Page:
this book; and besides the author's practical know- nister in respect to the affairs of the parish. VII. dge, his learning on the subject is of the soundest and Subject-matters of parish action, namely, sect. 1, roads, lost profound nature. His acquaintance with Dooms- ways, and drainage; sect. 2, watch and ward; sect. 3, uy Book, the Rolls of Parliament, and the Year Books public health, recent legislation thereon; sect. 4, public not, as is usually the case with modern writers who lighting; sect. 5, fire engines; sect. 6, the poor; sect. 7, fer to those authorities, confined to a slight and su- the church fabric, goods, services, and pews; sect. 8, erficial survey of a few points and cases, but amounts burial; sect. 9, registration; sect. 10, inclosure of coman extensive and accurate knowledge, evidently de- mons; sect. 11, inrolments; sect. 12, parish records; ved from a long and careful study of these great title sect. 13, perambulation; sect. 14, general arrangements Beds of our English Constitution. Of the author's necessary for efficient action. VIII. Rates and taxes, nowledge of the Rolls of Parliament we shall here namely, highway rate, lighting or lighting and watchjention one remarkable instance. It is commonly ing rate, county rate and police rate, poor rate, lated by writers of authority, that he who held a whole church rate, burial rate, and penalties under byenight's fee was bound to serve in the wars for forty laws. IX. The causes of any existing inefficiency in ays in every year if called upon. Mr. Toulmin Smith parish action, and the means of securing constant full ppears to have thrown further light upon this subject efficiency. There are two very valuable appendixes, om the Rolls of Parliament. Blackstone, who has the first consisting of an extract from the vestry misually been blindly followed on this point, says, (2 nutes of Steeple Ashton, Wilts, illustrating the admi11. Com. 62), “He who held a whole fee by knight nistration of the Poor Law during the first twenty-five arvice was bound to attend his lord to the wars for years after the 43 Eliz., and the system of a parochial orty days in every year if called upon;” and as his friendly society” for loans on security; the second, uthority for this statement he cites, “Writ for this of excellent practical forms for the more effectual carurpose in Memorand. Scacch. 36, prefixed to May: rying out of the functions of committees and boards, ard's Year Book, Edw. 2.” On turning to this writ(parish, not central), and for securing the fulfilment of re do not find any mention whatever of the time being the duties of their officers. prty days. Blackstone further says, “ If he held only In the multitude of constitutional, legal, and pracalf a knight's fee, he was only bound to attend twenty tical matters of the very highest value, and of vital ays, and so in proportion," (Ib.); and for this he importance to the existence of England as a free and ites Litt. $. 95. Littleton's evidence on the subject is well-governed country, it is not easy to select any parar from conclusive; indeed, no more than conjectural. ticular chapters or sections as specimens of the whole. Iis words are, “And also it is commonly said, that There is, however, one head of vast importance, the ome held by the service of one knight's fee, and some management of which has been, we may say, entirely y the half of a knight's fee. And it is said, that when taken out of the hands of the parish, and committed to he King makes a voyage royal into Scotland to subdue a central board, which we shall select for consideration, he Scots, then he which holdeth by the service of one partly because we believe we may be able to add some mnight's fee ought to be with the King forty days, further weight to Mr. Toulmin Smith's just remarks vell and conveniently arrayed for the war; and he on it. which holdeth his land by the moiety of a knight's fee After quoting the 11th section of stat. 3 Will. & M. ught to be with the King twenty days; and he which c. 11, which contains these fatal words, “and that no loldeth his land by the fourth part of a knight's fee other person be allowed to have or receive collection at ught to be with the King ten days; and so he that the charge of the said parish, but by authority under lath more, more, and he that hath less, less.”. For this the hand of one justice of the peace residing within tatement all the authority is “it is said.” Livy's such parish,” &c., Mr. Toulmin Smith says, “The uthority, “ ferunt” for “bos locutus,” and the like. “fatal exceptional admission of the power of a justice Now, it is curious that the writs, on the authority of the peace disturbed the action of the system, and if which Mr. Toulmin Smith shews (p. 14) that became the source of innumerable and continually "every parish was required to furnish one foot soldier 'increasing ills. So soon as 1722 these evils were requipped and armed for sixty days," apply to the same corded in the statute-book; but yet the irresponsible Joint of time, and manifestly the same occasion, as the power was allowed to remain; as if irresponsible frit for men-at-arms referred to by Blackstone. The power was the more likely to be satisfactorily exerjuthorities cited by Mr. Smith are, “Rolls of Parlia- cised because a man was called a justice' instead of nent, temp. Edw. 2, Appendix No. 1, and Id., Ap- being called an 'overseer.' That fine old constitupendix No. 25;" and the occasion was the prepara- tional and soundly, logical principle was forgotten, ion for that memorable “ voyage royal into Scotland which stands recorded on the Rolls of Parliament of o subdue the Scots” which had its result in the battle four centuries earlier, that more trust is to be placed of Bannockburn. Since the writ regarding the foot in the opinion of the men of the neighbourhood than soldier from the parish was for sixty days, we may in the bare word of any one man.' (Rolls of Parlia'onclude that the writ regarding the man-at-arms or 'ment, 21 Edw. 1, a. D. 1293, No. 7). When, how, knight would be for the same length of time.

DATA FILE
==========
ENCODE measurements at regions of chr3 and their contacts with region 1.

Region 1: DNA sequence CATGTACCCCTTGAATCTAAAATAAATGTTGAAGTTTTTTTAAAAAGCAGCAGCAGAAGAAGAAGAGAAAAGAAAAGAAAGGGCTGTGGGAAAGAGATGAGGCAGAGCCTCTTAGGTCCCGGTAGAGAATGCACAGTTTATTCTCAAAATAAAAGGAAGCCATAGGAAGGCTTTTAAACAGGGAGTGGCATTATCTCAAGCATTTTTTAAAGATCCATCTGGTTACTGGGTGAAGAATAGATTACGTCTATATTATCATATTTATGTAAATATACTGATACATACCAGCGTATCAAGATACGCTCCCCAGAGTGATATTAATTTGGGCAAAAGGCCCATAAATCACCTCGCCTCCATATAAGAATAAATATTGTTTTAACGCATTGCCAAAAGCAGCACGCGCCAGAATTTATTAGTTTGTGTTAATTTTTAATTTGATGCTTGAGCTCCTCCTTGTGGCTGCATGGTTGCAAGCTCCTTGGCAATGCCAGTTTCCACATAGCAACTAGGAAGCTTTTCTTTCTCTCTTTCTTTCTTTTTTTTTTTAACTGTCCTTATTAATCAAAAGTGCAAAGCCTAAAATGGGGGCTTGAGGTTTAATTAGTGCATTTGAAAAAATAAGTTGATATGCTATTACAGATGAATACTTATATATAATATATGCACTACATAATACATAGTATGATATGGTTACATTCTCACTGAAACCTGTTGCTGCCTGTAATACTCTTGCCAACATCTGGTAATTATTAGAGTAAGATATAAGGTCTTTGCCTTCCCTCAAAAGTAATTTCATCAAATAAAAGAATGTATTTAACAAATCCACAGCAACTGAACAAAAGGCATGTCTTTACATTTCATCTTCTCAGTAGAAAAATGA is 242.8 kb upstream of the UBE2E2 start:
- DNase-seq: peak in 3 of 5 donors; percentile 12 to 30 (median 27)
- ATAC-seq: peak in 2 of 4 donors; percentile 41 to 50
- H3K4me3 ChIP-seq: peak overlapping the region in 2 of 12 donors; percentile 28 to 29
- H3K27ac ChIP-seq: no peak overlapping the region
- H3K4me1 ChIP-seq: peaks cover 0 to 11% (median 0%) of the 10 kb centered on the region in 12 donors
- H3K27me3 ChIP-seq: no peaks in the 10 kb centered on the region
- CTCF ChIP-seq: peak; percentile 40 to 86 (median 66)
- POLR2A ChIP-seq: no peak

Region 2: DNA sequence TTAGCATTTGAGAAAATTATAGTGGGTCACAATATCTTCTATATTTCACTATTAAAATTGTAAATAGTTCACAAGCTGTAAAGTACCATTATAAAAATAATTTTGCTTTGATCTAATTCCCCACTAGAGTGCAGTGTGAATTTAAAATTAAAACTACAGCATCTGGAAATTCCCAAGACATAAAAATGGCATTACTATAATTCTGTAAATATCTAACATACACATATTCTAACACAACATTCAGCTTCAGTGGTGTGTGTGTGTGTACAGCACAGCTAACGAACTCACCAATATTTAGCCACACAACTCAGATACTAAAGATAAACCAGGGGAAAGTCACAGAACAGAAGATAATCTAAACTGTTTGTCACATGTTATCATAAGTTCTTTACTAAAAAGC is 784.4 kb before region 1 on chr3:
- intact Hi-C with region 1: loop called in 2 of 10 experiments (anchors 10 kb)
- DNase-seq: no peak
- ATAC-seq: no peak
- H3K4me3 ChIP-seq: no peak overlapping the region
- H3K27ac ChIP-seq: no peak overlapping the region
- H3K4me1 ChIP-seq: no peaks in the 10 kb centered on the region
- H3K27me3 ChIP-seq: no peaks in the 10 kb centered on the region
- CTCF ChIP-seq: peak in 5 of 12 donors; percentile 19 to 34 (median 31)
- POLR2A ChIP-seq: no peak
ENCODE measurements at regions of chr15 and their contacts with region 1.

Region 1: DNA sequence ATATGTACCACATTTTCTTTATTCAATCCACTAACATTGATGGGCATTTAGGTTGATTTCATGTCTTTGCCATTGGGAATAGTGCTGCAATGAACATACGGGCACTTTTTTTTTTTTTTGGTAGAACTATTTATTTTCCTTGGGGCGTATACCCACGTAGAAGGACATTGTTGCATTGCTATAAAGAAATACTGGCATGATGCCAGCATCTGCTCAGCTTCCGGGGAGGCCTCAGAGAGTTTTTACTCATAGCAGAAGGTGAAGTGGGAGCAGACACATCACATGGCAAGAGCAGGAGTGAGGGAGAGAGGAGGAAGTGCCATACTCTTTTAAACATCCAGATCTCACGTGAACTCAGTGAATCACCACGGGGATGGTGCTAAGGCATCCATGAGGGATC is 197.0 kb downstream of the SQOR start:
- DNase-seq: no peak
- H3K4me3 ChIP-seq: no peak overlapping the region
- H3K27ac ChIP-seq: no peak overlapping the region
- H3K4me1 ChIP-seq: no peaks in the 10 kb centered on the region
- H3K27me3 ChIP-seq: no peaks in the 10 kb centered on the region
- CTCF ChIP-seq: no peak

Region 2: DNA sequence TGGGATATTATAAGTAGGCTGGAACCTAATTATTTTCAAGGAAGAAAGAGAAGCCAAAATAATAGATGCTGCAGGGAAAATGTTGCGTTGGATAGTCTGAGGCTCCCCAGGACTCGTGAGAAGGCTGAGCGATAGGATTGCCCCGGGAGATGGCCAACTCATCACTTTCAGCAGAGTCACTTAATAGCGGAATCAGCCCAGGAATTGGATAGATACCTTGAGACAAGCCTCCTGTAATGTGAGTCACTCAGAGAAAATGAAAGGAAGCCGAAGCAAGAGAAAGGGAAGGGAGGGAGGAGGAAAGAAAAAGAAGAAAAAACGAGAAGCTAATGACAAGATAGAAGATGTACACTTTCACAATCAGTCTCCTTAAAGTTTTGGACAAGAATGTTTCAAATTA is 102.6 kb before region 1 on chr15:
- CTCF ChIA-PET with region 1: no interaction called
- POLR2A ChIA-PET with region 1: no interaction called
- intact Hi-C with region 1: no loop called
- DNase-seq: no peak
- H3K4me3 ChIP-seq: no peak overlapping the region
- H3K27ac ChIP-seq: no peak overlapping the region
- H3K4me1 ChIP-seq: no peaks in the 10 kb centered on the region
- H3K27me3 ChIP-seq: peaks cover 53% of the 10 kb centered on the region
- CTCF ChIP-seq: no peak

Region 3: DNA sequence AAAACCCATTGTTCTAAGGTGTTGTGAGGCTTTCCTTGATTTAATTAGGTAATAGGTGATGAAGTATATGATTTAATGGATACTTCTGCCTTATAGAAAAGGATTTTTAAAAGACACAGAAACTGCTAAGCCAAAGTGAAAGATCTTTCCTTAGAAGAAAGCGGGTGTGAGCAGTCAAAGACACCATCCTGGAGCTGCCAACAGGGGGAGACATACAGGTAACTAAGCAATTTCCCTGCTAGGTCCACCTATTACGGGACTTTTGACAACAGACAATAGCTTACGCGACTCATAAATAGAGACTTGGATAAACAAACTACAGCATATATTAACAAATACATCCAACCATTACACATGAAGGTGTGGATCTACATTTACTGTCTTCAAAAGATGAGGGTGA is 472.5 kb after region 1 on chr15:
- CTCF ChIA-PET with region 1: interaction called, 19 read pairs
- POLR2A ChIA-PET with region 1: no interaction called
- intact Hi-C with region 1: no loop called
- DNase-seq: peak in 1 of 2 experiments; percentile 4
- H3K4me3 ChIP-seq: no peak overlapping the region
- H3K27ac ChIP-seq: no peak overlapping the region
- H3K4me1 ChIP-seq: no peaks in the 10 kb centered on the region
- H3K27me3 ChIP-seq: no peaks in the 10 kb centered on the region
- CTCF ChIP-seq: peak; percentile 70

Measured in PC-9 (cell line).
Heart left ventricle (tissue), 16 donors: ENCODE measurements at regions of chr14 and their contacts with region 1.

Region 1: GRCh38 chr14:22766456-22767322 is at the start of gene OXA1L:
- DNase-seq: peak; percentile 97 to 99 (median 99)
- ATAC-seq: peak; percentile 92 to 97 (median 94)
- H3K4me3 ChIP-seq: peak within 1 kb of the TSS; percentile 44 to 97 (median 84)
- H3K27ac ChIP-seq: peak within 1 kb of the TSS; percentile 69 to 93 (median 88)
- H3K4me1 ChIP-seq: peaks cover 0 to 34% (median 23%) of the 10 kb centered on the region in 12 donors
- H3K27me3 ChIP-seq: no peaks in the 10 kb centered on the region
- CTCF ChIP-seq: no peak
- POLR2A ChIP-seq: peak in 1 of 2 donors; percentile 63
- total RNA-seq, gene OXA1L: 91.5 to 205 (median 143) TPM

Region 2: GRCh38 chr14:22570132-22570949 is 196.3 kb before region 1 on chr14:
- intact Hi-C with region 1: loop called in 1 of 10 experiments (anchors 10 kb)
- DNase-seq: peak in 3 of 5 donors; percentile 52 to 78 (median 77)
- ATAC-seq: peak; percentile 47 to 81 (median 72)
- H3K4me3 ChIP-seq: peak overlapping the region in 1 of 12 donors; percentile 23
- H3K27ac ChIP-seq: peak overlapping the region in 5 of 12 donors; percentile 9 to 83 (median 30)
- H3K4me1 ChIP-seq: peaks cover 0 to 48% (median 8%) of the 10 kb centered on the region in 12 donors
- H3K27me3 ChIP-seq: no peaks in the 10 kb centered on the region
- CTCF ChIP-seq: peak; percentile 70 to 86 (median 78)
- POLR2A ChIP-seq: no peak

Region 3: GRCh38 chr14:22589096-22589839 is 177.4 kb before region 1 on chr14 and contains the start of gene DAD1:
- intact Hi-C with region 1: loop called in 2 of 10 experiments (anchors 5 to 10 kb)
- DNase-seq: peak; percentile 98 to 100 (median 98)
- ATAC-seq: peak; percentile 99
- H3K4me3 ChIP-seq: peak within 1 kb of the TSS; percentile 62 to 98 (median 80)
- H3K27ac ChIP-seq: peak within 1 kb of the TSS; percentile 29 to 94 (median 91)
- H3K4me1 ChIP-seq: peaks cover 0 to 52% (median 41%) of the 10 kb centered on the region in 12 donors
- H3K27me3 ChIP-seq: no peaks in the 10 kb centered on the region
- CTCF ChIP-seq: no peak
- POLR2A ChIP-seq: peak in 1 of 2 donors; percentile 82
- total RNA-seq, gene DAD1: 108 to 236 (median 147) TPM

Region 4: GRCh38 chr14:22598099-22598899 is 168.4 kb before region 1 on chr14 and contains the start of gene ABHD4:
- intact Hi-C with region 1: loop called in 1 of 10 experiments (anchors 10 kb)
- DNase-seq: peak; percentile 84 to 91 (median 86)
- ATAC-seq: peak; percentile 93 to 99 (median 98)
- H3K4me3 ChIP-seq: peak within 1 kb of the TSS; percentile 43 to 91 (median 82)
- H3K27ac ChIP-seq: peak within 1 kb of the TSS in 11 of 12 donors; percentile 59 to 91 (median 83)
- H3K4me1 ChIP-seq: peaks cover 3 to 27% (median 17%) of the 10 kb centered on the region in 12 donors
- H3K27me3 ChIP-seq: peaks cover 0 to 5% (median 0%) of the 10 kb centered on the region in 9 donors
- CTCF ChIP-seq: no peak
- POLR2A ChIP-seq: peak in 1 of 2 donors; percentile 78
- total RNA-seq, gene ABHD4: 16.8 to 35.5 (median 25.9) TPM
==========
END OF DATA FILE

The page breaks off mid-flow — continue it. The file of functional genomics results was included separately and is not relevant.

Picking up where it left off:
ever, the evil had come to an intolerable head, instead The work is divided into nine chapters, treating suc- of its being dealt with in a statesmanlike spirit, it was sessively of-1. The parish; its origin, characteris- dealt with, in our own day, in the same narrow spirit as tics, functions, divisions. II. Mode of discharging the before; it may properly be said in a more narrow spirit functions of the parish, bye-laws, the vestry, dele- than ever. Self-opinionated doctrinairism must needs rated authority. fII. Of parish officers, namely, sect. 'apply its theories. Instead of full scope being given Î, churchwardens; sect. 2, surveyors of highways; l«to free and responsible action, and irresponsible action